If you’re going to show off the published content / link that you were able to attain by linking to the web page from your website / blog, then make sure to “nofollow” the link. The last thing you want is for Google to think that you are involved in some reciprocal linking scheme after all of that hard work.

Real Relationships Bring the Best Links

As you can probably see at this point, getting an editorial link from an authoritative website is a lot of work. The payoff can be huge though as these types of links can bring a significant influx of traffic, improved organic placement and a long-lasting sense of authority for your website or blog.

Imaginary Friends
“Facebook Friends” by Jerry King

Unless you’ve been creative and/or lucky enough to produce a highly viral piece of content, then even your best piece could always use promotion and distribution from other online authorities. And if you didn’t notice, there IS a secret that can help you find more success in this process…

The SECRET is to build real relationships for the best links

That’s right. Think about how you’re going to build and maintain real relationships with the online authorities you want and need links from to dramatically shorten this whole process.

With these relationships you will find yourself getting inquiries from other authorities to provide quotes, content, interviews and opinions.

If you’re just starting out, then getting to this point will take some work and we’d love to help.

So, whether you need a better understanding of this process, need a push in the right direction to get more editorial links or want to know how to build real relationships, then let’s talk!

Need help getting more editorial links from authoritative websites?


Additional Resources You Don’t Want to Miss

The process above is one that we’ve been fortunate to find success in, but is far from the only one that works. There are some fantastic resources that we highly recommend that you spend some time going through.

How to Get Natural and In-Content Editorial Links

How to Find Authority Websites and Get Links from Them

How to Target Journalists and How to Pitch Journalists


    April 17, 2013

    Really good advice – the internet marketer’s “little black book” of contacts is just as valuable as any technical or copywriting skills. In many cases, coming up with your content idea and producing it is the easy part, getting it seen is the bit that requires the real time and effort.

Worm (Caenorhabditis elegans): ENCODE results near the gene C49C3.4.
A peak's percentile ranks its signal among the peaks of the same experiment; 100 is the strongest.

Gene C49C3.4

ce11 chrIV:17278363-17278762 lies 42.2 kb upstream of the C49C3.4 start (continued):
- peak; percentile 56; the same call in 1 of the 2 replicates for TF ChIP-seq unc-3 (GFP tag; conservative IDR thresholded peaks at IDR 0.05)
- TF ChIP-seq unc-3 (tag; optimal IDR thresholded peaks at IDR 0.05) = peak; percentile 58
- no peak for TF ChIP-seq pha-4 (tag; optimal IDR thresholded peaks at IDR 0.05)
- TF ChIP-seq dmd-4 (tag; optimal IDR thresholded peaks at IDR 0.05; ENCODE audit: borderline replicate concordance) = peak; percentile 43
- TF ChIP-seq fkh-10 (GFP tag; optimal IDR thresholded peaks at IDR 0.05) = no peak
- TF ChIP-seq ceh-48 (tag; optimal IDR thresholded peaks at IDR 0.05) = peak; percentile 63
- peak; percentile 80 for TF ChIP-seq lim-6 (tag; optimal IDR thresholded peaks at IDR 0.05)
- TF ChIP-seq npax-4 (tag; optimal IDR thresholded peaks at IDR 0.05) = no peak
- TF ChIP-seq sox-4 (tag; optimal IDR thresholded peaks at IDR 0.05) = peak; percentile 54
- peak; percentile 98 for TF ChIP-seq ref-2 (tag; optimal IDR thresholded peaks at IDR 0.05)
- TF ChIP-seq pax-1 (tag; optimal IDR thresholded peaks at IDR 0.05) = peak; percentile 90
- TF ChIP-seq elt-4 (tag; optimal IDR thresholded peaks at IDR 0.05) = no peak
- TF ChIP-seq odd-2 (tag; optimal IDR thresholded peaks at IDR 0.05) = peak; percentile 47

April 17, 2013

    Couldn’t agree with you more Alan.

    There are tons of ways to produce great content, but someone who is able to build solid, mutually beneficial relationships with the right contacts is invaluable.

    Thanks for reading and contributing your feedback.

    May 1, 2013


    I was just reading an article that was talking about realtors wanting to charge for their listings. I thought that was particularly controversial and the next article i read is yours which talks about what sort of contents would authoritiative websites like.

    BTW, i really like the flow of your article, great stuff.

    May 1, 2013

    That would make a fantastic article – especially in real estate as there are so many heated topics that the industry likes to discuss (e.g. MLS board fees and being able to showcase other agents listings on your site).

    Thanks for the feedback. Keep me posted on any efforts to attract editorial links as I am always interested in learning from others and seeing what works / doesn’t work for other people.

    December 2, 2013

    Hi Vinny,

    This is a very informative guide. I actually do this and it really spiked up my progress charts. It’s fortunate that I’ve lot of friends who have authority sites so I didn’t really have a hard time doing the entire introduction thing and other stuffs. Now, I already have signature links on their site, the challenge would be to the authority sites that I’m not familiar with. Thanks for providing what I needed now.